What are your thoughts on adultery in the Old Testament? Many sources claim that it only refers to a man having relations with a married woman, and that a married man having relations with an unmarried woman is not adultery but just fornication? Seems that many books hold to this view of adultery in the old testament based on OT passages. But Jesus clearly indicate that adultery applied both ways. What are your thoughts about reading the New Testament into the Old? And would those who argue that adultery is only relations with a married woman, be arguing from silence? i.e. just because the OT text only calls adultery an act with a married woman, does that mean that it does not work the other way? What about Oholah and Oholibah in Eze 23 and 24 who are clearly called adulterous?
Thanks for writing, David.
The words ‘adultery’ and ‘fornication’ in the Bible are distinct in meaning from each other, but at times may overlap. Whether this occurs or not depends on the context of the passages in question.
The Use of ‘Adultery’
Adultery is a sexual act that violates the covenant of marriage. There are, however, other occasions when the word is used in a more spiritual sense. ‘Adultery’ sometimes can refer to idolatry. Ezekiel 23 is one of those cases (From what I can gather, ‘adultery’ is not used in Ezekiel 24). In Ezekiel 23, God is presenting a metaphor for Samaria and Jerusalem and comparing them to two adulterous sisters. These sisters were married (figuratively speaking) to God and were engaging in sexual sin and taking up idols. This sort of usage also occurs in Revelation 2:22. These are the only two examples of this kind of usage for ‘adultery’ that I can think of. Adultery can also occur in the heart because as far as God is concerned, lusting after another man’s wife or another woman’s husband is as bad as a physical act of sexual immorality (Matthew 5:28). Given that the man who lusts after another man’s wife does not have to be married in order to commit adultery, it is easy to see that an act of adultery does not necessitate that both parties are married.
The Use of ‘Fornication’
Fornication refers to sexual immorality (although it can also be used for ‘idolatry’ and is more commonly used in this way than adultery is). I have seen many scholars and laypeople define fornication as sexual sin that takes place outside of marriage. I do not know how anyone could get this definition from scripture.
Is Fornication the Same as Adultery?
While the definition of fornication is different than the definition of adultery, there are times when the usage of the word ‘fornication’ can overlap with ‘adultery.’ For instance, in Matthew 5:32 Jesus says, “But I say to you that everyone who divorces his wife, except on the ground of sexual immorality [fornication], makes her commit adultery, and whoever marries a divorced woman commits adultery.” Clearly, in this scenario, the husband may justly divorce his wife if any type of sexual immorality takes place. Fornication is more of a general term than adultery (which has a more specific meaning). Because fornication can refer to sexual immorality in general, it may be said that any committing of adultery is a form of fornication; however, the terms are distinct from each other in the sense that they both have distinct definitions. The debate about whether or not adultery and fornication are one in the same has raged for a long time because the right questions are usually not asked in this debate. Is adultery always fornication? Yes. Based on Matthew 5:32, there is no basis to think otherwise. Is fornication always adultery? No. The Bible refers to a variety of sexual sins that take place between unmarried people. Can the terms be used synonymously? Yes, but only if an act that can be considered adultery is referenced in the passage in question. Are the terms universally synonymous? No because there are sexual sins in the Bible that do not involve married people.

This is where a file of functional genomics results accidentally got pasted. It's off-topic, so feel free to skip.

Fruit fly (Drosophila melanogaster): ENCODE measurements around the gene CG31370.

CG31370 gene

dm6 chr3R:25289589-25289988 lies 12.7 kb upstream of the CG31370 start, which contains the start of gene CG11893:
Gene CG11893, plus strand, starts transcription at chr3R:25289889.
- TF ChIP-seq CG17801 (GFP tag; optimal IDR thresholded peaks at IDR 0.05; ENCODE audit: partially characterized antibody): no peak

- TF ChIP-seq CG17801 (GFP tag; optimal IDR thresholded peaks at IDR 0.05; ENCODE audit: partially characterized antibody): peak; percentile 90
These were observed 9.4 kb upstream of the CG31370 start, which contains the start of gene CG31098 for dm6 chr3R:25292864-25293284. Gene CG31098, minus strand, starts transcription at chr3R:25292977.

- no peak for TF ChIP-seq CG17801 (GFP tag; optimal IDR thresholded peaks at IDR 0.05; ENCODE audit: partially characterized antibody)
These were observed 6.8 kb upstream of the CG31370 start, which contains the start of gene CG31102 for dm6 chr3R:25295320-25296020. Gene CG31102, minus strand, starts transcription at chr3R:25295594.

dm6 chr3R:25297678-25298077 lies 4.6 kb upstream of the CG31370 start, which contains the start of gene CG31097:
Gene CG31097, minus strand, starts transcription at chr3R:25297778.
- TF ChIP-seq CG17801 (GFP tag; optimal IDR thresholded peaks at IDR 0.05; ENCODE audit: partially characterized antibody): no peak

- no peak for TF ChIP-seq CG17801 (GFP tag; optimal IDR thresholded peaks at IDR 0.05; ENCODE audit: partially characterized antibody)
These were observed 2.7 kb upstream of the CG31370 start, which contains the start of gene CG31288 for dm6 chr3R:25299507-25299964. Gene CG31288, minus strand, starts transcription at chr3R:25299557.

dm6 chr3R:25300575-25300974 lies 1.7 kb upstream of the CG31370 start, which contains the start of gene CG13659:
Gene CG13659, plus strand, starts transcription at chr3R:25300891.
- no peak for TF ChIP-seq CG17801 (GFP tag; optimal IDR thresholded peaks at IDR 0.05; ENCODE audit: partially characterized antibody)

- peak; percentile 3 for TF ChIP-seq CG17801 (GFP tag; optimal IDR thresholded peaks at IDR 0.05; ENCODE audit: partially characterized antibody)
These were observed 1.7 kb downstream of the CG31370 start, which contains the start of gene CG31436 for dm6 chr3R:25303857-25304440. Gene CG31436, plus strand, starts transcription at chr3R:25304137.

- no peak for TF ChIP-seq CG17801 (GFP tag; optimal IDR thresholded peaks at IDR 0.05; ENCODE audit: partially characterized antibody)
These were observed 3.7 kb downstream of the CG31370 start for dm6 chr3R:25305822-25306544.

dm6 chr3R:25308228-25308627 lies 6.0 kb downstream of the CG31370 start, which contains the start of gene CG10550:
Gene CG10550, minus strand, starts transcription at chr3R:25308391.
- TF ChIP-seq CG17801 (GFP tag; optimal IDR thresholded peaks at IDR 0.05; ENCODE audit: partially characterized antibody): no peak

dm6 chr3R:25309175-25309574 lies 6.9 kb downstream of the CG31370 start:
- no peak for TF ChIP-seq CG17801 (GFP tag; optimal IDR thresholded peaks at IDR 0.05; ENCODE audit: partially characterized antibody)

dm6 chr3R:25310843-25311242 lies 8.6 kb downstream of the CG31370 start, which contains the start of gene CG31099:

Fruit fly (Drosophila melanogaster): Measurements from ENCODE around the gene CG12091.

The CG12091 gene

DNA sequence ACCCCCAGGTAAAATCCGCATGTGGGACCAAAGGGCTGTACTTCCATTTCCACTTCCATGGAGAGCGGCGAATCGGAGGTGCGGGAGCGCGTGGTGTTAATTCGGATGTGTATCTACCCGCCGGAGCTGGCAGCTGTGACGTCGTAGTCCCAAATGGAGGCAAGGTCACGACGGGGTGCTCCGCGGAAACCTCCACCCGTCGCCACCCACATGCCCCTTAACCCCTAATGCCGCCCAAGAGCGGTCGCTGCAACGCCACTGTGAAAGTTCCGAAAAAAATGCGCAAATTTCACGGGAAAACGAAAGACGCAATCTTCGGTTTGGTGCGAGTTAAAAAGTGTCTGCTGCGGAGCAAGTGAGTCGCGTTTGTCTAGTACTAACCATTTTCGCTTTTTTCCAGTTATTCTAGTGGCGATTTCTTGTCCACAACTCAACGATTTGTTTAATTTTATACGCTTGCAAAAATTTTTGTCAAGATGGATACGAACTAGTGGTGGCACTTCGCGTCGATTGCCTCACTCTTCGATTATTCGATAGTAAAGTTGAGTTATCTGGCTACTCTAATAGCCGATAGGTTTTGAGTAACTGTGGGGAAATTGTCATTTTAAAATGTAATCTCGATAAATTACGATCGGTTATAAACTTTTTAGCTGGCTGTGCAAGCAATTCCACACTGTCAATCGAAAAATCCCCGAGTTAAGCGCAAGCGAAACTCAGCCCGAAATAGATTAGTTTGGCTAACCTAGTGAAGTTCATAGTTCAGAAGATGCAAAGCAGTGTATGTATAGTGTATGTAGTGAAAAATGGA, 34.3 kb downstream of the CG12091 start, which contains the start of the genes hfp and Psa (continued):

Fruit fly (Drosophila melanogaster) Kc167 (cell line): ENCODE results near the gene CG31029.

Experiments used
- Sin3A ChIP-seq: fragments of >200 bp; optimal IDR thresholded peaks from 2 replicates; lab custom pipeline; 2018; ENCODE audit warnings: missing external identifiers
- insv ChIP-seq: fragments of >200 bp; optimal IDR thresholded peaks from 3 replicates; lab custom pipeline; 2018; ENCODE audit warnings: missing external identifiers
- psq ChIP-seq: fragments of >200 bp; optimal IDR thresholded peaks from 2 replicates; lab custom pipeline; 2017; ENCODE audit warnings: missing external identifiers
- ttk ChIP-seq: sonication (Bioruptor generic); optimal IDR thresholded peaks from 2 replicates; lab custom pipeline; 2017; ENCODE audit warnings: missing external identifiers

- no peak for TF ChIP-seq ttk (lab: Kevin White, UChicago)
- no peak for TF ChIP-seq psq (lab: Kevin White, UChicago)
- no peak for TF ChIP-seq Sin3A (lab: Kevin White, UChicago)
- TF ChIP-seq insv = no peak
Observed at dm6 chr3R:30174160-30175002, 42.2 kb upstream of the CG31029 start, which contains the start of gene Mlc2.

Should the New Testament Take Primacy in Hermeneutics?
As far as reading the New Testament in the Old Testament, the New Testament is usually more clear on a given subject than the Old Testament (because this is when God’s plan for salvation fully manifests and proceeds on to the visions of end times) 1. When comparing a passage from the Old to New Testament, it is best that we keep the analogy of faith in mind. We must let scripture interpret scripture. When I compare verses in the New Testament and the Old Testament to one another, I always let the most clear passage take primacy. Indeed, there is no hermeneutical principle that can be deduced from scripture that mandates to always interpret the Old Testament by letting the New Testament take primacy over the Old Testament.
- The Old Testament is more clear on matters of Typology than the New Testament because there can be no antitype without a type.
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